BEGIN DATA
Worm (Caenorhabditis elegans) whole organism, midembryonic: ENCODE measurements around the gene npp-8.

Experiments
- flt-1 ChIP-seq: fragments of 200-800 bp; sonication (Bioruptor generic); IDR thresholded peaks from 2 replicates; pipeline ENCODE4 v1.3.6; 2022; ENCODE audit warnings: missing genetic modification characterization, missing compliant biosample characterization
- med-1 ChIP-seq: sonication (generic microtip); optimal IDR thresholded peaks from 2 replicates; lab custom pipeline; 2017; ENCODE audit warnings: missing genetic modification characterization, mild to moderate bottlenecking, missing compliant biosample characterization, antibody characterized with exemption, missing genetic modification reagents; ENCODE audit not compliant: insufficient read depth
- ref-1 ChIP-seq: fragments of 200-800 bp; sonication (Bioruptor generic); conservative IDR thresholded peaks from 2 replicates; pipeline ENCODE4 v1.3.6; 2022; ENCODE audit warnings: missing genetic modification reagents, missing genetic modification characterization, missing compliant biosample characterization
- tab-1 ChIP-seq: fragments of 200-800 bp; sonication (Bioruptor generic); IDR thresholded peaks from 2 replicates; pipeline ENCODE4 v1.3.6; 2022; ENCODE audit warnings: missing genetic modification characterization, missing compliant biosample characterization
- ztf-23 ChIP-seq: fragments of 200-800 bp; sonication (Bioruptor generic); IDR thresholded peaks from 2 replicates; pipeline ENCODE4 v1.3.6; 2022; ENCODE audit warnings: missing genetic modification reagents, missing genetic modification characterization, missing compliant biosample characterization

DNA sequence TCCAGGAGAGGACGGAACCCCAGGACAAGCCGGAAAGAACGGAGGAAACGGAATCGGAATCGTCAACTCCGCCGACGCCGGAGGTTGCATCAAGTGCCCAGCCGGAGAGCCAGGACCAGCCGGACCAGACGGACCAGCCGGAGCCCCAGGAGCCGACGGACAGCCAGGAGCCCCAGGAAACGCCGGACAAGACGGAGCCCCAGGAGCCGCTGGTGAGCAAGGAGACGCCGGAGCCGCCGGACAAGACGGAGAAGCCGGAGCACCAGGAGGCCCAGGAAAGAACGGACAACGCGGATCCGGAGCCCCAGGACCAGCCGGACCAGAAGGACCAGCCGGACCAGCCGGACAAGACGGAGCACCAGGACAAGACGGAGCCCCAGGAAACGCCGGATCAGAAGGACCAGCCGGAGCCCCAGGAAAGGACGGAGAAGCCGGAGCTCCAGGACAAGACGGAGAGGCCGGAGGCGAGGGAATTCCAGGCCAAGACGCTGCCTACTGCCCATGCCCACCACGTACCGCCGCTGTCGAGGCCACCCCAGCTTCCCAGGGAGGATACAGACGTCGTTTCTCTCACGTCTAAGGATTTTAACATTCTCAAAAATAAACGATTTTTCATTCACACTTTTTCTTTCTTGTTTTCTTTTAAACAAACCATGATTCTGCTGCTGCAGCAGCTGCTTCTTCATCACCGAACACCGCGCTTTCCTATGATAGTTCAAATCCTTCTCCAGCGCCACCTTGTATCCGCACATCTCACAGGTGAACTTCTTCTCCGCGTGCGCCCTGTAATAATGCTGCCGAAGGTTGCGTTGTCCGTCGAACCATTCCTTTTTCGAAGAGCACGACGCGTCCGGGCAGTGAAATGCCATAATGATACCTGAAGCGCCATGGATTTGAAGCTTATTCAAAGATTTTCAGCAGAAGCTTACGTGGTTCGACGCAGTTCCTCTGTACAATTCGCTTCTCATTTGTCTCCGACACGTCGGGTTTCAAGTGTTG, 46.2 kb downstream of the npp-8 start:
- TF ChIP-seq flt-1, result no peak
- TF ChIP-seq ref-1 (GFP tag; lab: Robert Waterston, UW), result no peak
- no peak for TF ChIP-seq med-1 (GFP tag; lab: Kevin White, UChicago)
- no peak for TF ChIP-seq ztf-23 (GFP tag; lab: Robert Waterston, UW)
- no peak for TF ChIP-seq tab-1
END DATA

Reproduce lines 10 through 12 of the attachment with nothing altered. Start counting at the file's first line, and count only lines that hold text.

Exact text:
- TF ChIP-seq ref-1 (GFP tag; lab: Robert Waterston, UW), result no peak
- no peak for TF ChIP-seq med-1 (GFP tag; lab: Kevin White, UChicago)
- no peak for TF ChIP-seq ztf-23 (GFP tag; lab: Robert Waterston, UW)